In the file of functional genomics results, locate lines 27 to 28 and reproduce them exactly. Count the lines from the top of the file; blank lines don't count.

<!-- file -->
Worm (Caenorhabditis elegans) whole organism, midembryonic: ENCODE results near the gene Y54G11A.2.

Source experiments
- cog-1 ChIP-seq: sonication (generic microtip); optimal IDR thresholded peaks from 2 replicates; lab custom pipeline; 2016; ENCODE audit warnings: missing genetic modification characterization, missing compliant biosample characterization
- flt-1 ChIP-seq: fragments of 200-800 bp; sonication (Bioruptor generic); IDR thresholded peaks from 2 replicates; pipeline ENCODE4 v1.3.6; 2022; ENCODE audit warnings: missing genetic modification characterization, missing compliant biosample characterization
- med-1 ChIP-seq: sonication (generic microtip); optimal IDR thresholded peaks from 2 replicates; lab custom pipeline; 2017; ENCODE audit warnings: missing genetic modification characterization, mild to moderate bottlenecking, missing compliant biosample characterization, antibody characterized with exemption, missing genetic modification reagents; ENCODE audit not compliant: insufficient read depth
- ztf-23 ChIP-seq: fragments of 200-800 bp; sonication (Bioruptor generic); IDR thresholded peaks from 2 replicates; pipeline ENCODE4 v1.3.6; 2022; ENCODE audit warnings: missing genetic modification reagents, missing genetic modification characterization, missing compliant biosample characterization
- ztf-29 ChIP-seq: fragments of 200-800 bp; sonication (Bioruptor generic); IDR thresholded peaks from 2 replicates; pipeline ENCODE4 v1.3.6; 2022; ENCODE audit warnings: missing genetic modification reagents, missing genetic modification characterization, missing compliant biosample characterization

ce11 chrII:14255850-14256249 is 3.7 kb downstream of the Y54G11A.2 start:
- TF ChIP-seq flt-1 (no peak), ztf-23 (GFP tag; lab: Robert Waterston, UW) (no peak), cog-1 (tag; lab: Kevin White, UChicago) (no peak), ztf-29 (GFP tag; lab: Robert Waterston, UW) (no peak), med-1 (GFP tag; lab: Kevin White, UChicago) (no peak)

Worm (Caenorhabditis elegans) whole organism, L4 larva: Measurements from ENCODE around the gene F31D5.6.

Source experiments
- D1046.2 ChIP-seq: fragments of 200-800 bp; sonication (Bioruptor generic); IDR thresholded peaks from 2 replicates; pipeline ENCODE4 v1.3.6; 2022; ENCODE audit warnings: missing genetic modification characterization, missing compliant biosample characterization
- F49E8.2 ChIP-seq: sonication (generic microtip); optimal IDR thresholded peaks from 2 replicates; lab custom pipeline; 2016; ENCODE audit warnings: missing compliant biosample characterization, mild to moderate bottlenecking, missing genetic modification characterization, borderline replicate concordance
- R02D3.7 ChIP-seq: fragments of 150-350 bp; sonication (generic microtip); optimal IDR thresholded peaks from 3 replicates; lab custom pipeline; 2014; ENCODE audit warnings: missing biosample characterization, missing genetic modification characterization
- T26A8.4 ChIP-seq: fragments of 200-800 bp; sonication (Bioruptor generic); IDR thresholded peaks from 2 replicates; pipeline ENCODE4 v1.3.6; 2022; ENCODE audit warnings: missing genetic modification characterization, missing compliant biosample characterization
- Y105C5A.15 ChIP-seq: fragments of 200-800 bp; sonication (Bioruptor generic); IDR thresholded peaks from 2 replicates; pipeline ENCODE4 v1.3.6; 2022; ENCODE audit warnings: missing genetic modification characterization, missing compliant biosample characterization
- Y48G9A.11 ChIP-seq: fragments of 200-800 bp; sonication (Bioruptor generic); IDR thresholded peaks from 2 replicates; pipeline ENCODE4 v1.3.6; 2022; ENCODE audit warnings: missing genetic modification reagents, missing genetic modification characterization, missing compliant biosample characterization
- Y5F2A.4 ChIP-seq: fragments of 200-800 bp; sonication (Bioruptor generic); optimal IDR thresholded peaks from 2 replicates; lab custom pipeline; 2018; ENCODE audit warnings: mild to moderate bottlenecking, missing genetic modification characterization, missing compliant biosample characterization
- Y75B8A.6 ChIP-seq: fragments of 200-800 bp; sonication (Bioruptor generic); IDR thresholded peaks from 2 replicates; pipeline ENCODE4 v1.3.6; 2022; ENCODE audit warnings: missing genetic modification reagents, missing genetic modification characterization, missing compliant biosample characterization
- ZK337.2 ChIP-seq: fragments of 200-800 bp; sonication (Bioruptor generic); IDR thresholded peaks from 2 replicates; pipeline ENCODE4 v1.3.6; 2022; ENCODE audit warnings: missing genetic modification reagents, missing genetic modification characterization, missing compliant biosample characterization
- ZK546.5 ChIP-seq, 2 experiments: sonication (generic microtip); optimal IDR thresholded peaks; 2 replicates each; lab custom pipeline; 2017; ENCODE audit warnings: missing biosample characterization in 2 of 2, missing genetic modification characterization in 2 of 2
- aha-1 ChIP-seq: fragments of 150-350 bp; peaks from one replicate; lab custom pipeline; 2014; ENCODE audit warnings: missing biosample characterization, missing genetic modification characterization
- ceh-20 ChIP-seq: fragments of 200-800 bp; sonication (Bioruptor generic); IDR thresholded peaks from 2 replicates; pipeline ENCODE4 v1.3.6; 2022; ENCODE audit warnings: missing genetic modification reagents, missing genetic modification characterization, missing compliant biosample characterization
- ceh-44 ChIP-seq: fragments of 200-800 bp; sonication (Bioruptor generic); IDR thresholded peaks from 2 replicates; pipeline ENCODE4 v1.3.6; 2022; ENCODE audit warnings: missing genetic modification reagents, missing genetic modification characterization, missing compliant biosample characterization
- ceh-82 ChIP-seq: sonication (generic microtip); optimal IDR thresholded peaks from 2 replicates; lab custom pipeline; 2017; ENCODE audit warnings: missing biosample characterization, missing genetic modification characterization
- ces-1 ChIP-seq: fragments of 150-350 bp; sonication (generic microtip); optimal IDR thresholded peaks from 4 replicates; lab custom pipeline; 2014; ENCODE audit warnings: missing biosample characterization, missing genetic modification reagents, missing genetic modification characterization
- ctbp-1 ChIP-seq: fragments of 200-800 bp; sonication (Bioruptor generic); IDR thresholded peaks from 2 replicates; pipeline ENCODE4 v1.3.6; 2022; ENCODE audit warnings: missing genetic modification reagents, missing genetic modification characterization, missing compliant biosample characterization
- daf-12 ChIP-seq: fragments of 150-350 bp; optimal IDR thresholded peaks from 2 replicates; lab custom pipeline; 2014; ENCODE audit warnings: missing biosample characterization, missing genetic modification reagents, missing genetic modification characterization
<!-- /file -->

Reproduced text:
- ctbp-1 ChIP-seq: fragments of 200-800 bp; sonication (Bioruptor generic); IDR thresholded peaks from 2 replicates; pipeline ENCODE4 v1.3.6; 2022; ENCODE audit warnings: missing genetic modification reagents, missing genetic modification characterization, missing compliant biosample characterization
- daf-12 ChIP-seq: fragments of 150-350 bp; optimal IDR thresholded peaks from 2 replicates; lab custom pipeline; 2014; ENCODE audit warnings: missing biosample characterization, missing genetic modification reagents, missing genetic modification characterization